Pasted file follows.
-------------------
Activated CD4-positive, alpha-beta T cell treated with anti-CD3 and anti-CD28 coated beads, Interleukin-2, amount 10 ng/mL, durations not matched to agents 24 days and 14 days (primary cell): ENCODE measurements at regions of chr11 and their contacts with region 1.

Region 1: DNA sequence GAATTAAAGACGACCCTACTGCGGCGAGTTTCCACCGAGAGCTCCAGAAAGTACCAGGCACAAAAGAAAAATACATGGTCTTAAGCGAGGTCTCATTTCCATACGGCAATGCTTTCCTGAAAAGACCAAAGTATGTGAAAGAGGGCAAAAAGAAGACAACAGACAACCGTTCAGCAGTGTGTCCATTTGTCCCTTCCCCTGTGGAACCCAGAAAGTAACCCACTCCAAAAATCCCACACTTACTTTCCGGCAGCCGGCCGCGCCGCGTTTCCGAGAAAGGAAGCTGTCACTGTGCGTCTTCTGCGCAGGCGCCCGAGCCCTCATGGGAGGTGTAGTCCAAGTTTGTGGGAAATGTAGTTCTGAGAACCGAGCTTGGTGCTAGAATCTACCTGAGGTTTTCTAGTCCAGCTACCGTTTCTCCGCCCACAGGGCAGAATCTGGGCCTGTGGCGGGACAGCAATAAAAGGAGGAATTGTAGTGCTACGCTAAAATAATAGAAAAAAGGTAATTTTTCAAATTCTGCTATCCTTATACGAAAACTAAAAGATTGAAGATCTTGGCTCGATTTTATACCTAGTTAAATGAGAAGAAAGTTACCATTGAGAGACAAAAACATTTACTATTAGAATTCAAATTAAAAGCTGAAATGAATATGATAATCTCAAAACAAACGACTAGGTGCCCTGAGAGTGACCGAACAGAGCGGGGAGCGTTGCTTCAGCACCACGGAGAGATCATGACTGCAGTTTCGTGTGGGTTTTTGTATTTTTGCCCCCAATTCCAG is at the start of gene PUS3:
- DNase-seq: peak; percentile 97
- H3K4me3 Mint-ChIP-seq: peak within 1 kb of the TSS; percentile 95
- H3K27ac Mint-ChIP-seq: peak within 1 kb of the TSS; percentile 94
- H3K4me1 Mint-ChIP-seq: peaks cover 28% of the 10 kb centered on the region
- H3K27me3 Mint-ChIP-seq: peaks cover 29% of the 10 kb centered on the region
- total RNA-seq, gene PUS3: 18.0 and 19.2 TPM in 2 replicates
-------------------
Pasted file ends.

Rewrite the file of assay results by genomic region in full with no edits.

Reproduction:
Activated CD4-positive, alpha-beta T cell treated with anti-CD3 and anti-CD28 coated beads, Interleukin-2, amount 10 ng/mL, durations not matched to agents 24 days and 14 days (primary cell): ENCODE measurements at regions of chr11 and their contacts with region 1.

Region 1: DNA sequence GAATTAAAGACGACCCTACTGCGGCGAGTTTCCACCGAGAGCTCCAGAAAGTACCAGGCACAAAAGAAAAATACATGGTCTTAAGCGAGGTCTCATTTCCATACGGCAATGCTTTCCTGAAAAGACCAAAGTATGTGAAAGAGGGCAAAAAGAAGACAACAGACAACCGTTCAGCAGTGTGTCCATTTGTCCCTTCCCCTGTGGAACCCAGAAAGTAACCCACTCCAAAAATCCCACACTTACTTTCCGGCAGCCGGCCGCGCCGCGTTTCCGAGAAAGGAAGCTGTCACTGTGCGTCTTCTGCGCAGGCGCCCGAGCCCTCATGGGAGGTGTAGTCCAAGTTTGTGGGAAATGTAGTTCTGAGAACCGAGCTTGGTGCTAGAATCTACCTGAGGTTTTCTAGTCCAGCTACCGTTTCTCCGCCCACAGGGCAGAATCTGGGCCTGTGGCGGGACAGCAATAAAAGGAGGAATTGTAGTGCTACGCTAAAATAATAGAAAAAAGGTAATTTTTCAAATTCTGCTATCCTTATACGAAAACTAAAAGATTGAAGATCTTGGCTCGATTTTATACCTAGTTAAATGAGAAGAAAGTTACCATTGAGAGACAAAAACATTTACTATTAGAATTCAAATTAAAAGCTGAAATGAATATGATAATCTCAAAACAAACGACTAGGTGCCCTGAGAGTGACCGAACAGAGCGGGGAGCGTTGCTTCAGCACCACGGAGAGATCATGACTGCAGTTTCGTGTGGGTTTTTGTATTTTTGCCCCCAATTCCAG is at the start of gene PUS3:
- DNase-seq: peak; percentile 97
- H3K4me3 Mint-ChIP-seq: peak within 1 kb of the TSS; percentile 95
- H3K27ac Mint-ChIP-seq: peak within 1 kb of the TSS; percentile 94
- H3K4me1 Mint-ChIP-seq: peaks cover 28% of the 10 kb centered on the region
- H3K27me3 Mint-ChIP-seq: peaks cover 29% of the 10 kb centered on the region
- total RNA-seq, gene PUS3: 18.0 and 19.2 TPM in 2 replicates